My cat is running a racket.
My cat is running a racket and here’s how it works: Both the cat and dog are fed around 5 o’clock (second feeding of the day). They both have good reason to be on their current diets, as both are savage gluttons.
My dog is a 120 lb lumpy, crooked-standing lab, approaching 12 years of age.
My cat is a possibly-7 year old once-feral cat who moved onto my porch and screamed at my door until we agreed to let him in, approximately 6 years ago. He has quite happily transitioned to a house cat and hungry, ruthless dictator in our home. As is true for so many male street cats (and house cats), he has urinary tract issues and his diet must be particular to keep him alive and avoid ever triggering that issue, which is horrible and painful for him, (and for us to watch). Recurrence of his issue was likely to be a fatal truth and we have managed to stave off a serious issue, save two incidents. The diet has been important but he’s stuck in another mindset. It’s like he won the private-island dinner on Survivor Housecat and he just wants to make up for every meal he ever had to find for himself. We learned during a stay at my mothers house that he remains a stealth hunter, when he caught three mice in one day, much to our horror and his absolute delight. He appeared to be gloating for days.
Having much more time at home with our pets, both over the past two years and most recently due to health distancing measures which have many of us working from home, it’s been interesting to observe some subtle behaviours. Now, to be clear, the cat rules the roost between our pets, and he believes he rules us, too (obviously, he does). The cat long ago established that the dogs efforts would be no match for the cat’s teeth and claws. They frequently played quite rough. And are frequently incredibly affectionate. But lately, it’s seems less like they are affectionate and more like my dog is a shaken hostage who dares not disturb his keeper as the cat lounges in his personal space. My dog is having mobility issues and has taken to calling me from the bottom of the stairs with the gruff honk of an old doggo. I don’t carry him up, but a little cheering and sometimes a shoulder rub can coax him up and down. Any type of food also adds instant motivation to out think his stiff bones. There are several other reasons he might do this as well. If the cat is on or near the stairs, he will not pass. He knows darn well that he’s getting swiped in the back leg just when he thinks he’s made it-and frankly, he’s scared. Ditto when passing in and out through the back door to the yard for the ever important “pee”. The cat likes to hide in the curtains and swat as he passes through. A dear friend calls this cat behaviour “the bushwhack”.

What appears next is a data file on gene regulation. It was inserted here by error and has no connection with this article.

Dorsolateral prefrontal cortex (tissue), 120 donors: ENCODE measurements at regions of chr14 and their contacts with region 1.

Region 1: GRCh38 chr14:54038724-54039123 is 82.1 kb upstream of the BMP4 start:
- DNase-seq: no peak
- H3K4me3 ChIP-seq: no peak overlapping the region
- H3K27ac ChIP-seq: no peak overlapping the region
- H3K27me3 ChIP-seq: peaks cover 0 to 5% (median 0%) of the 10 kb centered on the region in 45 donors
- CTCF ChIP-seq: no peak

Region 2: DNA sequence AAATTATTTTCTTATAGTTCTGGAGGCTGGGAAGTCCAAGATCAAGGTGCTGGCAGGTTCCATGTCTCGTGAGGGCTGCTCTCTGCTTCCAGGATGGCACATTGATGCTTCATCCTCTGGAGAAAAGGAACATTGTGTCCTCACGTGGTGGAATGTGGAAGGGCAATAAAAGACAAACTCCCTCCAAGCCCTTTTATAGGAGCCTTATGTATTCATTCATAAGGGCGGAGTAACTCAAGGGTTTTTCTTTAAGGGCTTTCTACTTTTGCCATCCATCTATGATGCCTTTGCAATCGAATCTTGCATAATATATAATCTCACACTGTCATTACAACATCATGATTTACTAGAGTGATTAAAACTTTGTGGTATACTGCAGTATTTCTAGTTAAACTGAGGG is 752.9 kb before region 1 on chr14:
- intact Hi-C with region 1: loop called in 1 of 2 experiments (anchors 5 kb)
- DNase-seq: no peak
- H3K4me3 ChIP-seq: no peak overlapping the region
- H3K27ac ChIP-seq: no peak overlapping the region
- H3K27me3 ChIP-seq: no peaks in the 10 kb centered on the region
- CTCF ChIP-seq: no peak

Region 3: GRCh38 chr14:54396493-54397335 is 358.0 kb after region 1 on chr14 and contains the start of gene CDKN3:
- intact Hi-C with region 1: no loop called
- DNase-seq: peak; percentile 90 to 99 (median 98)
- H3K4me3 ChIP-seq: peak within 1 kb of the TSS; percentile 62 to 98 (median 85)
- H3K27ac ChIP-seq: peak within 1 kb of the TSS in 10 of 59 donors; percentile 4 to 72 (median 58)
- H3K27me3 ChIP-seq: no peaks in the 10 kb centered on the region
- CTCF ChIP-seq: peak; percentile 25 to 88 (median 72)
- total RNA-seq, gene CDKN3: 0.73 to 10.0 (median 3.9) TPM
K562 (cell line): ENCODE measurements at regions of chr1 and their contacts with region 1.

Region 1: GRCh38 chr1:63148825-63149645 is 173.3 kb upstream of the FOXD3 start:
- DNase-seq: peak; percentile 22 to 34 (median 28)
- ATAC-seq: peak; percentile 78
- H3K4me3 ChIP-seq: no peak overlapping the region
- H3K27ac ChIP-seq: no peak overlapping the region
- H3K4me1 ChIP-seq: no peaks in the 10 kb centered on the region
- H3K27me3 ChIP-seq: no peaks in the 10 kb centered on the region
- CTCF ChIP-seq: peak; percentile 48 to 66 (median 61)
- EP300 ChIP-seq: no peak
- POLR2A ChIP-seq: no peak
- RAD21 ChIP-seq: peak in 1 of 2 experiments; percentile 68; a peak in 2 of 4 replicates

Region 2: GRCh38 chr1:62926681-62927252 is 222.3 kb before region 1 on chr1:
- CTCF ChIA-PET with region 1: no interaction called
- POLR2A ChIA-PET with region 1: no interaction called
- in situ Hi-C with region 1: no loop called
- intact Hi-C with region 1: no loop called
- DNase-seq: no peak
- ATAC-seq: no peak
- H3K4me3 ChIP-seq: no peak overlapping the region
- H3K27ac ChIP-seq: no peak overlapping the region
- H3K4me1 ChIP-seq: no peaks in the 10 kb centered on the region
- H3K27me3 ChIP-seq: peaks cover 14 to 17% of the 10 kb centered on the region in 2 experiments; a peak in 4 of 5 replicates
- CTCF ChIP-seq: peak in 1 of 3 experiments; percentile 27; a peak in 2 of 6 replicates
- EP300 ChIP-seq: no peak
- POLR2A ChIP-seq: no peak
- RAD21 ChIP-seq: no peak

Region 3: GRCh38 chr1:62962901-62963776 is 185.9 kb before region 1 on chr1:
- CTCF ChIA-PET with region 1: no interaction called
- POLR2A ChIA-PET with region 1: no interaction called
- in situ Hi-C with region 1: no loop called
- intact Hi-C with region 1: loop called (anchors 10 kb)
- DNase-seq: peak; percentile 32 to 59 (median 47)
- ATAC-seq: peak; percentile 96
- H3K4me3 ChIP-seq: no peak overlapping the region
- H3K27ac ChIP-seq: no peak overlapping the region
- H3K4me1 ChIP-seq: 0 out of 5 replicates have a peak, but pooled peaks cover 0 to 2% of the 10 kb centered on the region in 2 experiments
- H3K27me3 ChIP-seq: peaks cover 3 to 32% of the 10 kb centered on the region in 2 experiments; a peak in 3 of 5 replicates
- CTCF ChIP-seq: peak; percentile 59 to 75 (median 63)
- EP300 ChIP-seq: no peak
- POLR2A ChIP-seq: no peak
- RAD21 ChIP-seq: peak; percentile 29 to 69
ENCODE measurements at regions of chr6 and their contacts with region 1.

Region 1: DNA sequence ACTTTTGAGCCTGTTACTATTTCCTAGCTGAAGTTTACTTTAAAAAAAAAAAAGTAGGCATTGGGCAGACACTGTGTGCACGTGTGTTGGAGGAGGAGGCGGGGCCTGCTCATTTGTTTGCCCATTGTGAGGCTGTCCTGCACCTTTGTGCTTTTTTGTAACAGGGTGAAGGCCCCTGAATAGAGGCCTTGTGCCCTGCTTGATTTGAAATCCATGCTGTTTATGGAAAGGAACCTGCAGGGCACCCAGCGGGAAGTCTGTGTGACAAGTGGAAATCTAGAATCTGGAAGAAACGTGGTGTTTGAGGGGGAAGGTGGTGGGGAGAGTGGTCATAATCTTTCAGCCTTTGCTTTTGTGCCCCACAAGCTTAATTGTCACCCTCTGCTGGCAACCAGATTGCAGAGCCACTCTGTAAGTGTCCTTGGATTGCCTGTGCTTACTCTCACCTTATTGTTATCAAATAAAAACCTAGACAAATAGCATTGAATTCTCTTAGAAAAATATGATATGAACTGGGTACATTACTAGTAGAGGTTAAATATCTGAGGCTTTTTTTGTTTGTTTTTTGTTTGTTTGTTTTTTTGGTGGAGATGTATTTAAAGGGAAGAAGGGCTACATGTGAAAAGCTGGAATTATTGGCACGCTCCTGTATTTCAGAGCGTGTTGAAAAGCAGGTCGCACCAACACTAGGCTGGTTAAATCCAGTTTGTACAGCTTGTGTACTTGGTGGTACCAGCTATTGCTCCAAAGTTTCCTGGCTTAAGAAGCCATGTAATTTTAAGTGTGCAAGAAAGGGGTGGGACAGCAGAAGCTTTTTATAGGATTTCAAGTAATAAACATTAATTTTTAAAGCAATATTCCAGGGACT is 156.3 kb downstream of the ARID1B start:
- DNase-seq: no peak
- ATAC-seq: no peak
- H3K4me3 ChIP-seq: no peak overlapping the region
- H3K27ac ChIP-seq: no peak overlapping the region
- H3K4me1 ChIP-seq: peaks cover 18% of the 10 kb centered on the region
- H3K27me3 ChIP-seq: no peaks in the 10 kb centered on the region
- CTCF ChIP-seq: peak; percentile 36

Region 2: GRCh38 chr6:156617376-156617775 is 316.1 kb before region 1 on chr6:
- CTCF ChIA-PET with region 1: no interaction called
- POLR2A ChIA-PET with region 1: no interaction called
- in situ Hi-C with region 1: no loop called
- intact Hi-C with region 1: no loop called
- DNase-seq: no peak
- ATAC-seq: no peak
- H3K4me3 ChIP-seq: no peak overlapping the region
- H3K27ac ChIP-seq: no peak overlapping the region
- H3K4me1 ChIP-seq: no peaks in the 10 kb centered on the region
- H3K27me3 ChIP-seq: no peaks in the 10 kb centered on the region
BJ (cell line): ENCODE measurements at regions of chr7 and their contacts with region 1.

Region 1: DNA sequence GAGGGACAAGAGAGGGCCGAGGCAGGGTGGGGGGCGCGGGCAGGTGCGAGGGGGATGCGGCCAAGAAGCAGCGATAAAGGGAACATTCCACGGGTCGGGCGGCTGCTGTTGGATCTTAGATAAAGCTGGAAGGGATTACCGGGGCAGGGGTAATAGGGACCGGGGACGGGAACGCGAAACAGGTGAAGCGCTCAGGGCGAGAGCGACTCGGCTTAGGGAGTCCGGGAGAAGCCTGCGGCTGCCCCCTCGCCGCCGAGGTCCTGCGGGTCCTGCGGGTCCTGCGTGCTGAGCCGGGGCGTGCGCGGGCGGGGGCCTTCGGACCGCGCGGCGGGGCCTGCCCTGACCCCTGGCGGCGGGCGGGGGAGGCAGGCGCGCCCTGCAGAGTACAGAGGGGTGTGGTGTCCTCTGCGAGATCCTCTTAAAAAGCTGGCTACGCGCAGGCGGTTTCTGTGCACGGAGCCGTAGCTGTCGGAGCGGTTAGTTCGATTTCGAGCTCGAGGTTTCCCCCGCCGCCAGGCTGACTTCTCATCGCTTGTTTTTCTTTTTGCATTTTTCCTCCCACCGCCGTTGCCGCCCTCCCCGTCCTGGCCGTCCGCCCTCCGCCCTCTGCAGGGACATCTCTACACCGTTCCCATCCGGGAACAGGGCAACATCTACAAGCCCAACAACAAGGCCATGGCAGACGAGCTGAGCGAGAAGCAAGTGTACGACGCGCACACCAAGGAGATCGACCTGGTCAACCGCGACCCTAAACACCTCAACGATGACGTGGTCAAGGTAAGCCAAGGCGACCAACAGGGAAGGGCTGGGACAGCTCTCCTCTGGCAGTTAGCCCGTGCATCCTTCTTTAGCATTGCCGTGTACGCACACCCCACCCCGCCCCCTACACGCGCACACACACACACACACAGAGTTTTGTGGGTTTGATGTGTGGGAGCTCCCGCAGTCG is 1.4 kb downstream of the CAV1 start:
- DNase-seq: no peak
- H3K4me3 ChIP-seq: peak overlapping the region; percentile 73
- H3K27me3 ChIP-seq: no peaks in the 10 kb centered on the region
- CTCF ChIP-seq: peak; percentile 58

Now we (I, because apparently only I can hear the hideous assault) are quite accustomed to the cat protesting the feeding schedule at 2pm, 3 pm, 3:30 pm, 3:45 pm, 3:50….5:30 pm (after dinner), 7 pm, 9 pm, 3 am, 4 am, 5 am, 5:30 am, 5:45 am (at this point, the dog who is in my room has been activated like a Manchuria candidate under the control of a mad King, and may or may not have commenced crushing me with his elbows and full weight across the chest while inconveniently licking my face.
That’s right, he activates the dog. More recently, he has started activating the dog from the bottom of the stairs so that I run down from my home office to see what’s wrong. There’s water in the dish. He hasn’t hurt himself. He’s been out for a walk. He had a pee break 15 minutes ago….the cat sits in his spot in front of the sink, on a mat I placed for my feet as I wash the dishes, but which he has always believed to be some offering indicating his throne in the kitchen. He has many depending on what’s in the recycling bin. This spot is also in front of the cupboard where the *dogs* food is kept (and he will absolutely eat dog food). The cat stares up at me, suddenly both fluffier and downright emaciated at the same time. His eyes are like saucers, and it’s full-on Puss In Boots. I have been training him to say “wow” on command and he miraculously lets one out right now….I look to the stove-it’s 2:45 pm. I tell them both it’s not lunchtime but foolishly give them both a snack “to hold them over”. I am back in my office before I realize the cat has escalated his game. The cat is running a racket. He has just used the dog’s more compelling and *specific set of skills* (and challenges) to get himself a piece of cheese. He controls me through the dog!
Last week we got to see this play out before our eyes. The cat had been strutting around indignantly protesting for second breakfast. The dog lay peacefully on the living room carpet. The cat casually lounges on the Ottoman next to the doggo’s location and slooooowly, discreetly, one paw outstretched off the edge of the Ottoman, he is jabbing the dog to life. When the dog makes the wise choice to bail, the cat bites his back leg on the way by. The dog joins me on the sofa for protection. The cat joins us too, and curls right up in the spot between the dog’s chest and me, and stares into the dog’s face like some kind of hit man.
We knew he was a bully, but the veil has been lifted. My dog now lives to serve the cat’s needs. At times willingly, and at others out of fear of retribution from this 9 lb mob boss.
Pay attention folks.
Week 7: the cats are rising.